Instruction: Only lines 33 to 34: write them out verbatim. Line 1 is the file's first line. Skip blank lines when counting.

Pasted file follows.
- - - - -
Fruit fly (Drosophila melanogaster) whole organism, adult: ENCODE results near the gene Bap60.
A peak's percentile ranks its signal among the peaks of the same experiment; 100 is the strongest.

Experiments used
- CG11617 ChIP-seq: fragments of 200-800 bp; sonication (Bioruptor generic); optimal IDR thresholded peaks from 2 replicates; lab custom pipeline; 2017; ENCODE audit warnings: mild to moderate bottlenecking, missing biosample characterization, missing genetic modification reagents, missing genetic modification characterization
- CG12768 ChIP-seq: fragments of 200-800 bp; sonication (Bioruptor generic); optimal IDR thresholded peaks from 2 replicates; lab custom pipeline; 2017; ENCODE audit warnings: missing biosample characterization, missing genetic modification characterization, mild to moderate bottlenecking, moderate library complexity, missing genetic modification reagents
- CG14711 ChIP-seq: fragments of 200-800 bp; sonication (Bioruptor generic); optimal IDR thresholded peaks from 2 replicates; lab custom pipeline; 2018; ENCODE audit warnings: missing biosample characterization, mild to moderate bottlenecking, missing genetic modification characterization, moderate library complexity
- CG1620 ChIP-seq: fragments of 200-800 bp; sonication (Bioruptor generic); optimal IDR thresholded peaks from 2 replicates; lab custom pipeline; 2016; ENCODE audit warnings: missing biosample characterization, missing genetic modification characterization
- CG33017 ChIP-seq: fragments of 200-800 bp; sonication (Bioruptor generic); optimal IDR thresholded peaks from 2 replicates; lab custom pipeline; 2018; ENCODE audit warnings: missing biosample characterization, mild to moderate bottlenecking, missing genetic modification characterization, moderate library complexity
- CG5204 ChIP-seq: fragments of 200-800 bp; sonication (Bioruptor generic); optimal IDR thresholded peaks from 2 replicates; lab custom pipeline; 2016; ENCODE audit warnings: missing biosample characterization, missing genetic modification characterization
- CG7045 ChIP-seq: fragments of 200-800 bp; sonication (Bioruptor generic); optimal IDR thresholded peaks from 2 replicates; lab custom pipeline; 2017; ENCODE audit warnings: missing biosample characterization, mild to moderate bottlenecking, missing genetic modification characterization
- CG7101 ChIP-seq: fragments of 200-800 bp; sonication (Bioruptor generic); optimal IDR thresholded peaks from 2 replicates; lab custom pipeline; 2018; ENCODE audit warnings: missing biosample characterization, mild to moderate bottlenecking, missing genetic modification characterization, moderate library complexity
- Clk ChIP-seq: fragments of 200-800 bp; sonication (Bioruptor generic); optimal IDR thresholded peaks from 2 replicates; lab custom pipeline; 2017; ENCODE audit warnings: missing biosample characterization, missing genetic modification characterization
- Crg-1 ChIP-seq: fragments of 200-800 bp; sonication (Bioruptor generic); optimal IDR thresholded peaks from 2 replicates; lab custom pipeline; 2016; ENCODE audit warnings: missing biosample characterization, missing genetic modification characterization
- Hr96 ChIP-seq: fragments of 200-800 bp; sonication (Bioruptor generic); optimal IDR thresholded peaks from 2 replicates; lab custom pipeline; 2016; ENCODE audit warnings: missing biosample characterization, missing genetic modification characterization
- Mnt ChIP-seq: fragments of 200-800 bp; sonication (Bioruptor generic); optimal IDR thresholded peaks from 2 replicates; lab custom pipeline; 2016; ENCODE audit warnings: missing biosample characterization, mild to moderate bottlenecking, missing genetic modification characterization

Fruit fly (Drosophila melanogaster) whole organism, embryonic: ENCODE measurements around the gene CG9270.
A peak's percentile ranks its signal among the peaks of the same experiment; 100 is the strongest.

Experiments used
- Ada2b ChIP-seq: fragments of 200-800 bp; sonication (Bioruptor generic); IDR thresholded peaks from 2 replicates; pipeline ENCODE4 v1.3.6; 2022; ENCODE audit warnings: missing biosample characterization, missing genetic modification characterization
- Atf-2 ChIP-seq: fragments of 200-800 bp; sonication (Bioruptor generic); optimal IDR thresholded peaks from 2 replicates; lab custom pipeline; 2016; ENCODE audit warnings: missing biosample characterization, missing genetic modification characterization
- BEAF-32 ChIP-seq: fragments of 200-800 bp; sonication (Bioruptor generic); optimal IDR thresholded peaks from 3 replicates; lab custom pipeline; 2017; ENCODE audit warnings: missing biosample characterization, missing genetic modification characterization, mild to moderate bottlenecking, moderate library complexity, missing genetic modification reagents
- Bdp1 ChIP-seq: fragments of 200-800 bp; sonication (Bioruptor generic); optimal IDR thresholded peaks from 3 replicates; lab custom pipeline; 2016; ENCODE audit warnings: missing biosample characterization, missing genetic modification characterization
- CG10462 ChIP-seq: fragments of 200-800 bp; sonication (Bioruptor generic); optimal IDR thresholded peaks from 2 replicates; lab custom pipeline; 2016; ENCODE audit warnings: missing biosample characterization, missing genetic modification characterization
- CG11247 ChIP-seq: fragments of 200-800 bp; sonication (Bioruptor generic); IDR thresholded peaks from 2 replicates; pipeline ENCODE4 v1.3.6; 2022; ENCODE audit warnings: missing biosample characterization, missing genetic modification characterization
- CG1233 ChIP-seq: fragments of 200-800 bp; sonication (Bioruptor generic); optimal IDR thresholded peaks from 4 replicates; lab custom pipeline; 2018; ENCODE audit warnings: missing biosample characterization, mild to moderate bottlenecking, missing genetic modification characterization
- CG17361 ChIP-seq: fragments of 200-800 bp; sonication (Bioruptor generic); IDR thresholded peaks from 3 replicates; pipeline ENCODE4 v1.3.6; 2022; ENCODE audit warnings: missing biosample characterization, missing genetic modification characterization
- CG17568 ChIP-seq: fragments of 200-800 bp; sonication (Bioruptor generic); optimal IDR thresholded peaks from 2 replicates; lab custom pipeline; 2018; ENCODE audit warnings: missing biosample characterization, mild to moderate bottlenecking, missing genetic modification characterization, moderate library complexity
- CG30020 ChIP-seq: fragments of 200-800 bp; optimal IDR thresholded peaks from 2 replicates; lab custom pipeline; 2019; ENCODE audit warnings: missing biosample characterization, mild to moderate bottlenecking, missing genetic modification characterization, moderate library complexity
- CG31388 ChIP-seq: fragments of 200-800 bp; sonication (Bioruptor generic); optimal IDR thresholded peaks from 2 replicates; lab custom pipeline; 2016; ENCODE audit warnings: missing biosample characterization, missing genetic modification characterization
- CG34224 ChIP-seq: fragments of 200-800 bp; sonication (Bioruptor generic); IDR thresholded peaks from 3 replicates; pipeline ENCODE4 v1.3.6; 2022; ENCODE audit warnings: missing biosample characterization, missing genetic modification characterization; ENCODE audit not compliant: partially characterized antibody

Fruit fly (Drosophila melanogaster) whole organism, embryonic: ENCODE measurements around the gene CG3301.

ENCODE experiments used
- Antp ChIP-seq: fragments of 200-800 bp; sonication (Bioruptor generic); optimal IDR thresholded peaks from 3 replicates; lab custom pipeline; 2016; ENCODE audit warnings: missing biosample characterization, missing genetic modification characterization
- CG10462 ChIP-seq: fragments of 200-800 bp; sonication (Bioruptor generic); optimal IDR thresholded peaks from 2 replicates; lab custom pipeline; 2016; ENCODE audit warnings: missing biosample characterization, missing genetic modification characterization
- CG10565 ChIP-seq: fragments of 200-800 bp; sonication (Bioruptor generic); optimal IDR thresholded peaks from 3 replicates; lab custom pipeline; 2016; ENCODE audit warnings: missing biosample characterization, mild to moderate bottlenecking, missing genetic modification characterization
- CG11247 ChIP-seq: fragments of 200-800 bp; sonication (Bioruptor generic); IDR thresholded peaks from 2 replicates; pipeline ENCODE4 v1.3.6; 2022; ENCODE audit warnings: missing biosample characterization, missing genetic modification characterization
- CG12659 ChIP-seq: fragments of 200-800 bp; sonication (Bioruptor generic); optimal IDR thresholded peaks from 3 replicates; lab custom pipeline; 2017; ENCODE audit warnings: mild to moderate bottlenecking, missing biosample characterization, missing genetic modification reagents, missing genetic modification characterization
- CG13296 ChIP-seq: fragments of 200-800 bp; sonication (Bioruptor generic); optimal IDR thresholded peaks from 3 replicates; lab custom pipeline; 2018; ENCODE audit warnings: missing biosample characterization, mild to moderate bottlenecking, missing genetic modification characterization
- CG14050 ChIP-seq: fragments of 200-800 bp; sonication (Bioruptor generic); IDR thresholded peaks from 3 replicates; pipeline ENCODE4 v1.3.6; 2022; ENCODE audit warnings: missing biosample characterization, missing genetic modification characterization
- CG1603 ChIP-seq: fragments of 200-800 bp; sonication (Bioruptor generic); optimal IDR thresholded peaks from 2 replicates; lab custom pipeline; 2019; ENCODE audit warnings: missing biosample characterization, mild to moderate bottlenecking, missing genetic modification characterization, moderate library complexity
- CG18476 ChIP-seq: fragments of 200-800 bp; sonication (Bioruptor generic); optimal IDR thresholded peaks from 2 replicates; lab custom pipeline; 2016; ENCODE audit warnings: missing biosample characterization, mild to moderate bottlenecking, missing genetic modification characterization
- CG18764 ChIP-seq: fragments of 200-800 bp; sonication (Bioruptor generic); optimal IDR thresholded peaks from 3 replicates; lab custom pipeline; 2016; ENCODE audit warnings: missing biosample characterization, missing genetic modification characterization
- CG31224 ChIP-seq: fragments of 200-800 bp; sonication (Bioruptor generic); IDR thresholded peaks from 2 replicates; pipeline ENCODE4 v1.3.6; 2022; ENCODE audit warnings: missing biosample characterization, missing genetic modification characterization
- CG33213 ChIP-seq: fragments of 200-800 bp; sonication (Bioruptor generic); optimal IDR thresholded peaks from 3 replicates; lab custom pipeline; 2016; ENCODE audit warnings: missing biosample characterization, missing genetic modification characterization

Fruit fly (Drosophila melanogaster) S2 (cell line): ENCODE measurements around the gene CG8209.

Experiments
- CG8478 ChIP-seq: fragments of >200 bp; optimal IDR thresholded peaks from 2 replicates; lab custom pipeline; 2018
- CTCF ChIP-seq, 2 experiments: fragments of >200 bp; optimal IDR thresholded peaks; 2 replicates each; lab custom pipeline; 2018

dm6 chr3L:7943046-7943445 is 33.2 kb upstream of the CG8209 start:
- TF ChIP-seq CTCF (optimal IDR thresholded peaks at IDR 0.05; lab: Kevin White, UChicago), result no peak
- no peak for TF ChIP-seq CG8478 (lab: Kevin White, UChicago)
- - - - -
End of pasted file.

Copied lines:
- Antp ChIP-seq: fragments of 200-800 bp; sonication (Bioruptor generic); optimal IDR thresholded peaks from 3 replicates; lab custom pipeline; 2016; ENCODE audit warnings: missing biosample characterization, missing genetic modification characterization
- CG10462 ChIP-seq: fragments of 200-800 bp; sonication (Bioruptor generic); optimal IDR thresholded peaks from 2 replicates; lab custom pipeline; 2016; ENCODE audit warnings: missing biosample characterization, missing genetic modification characterization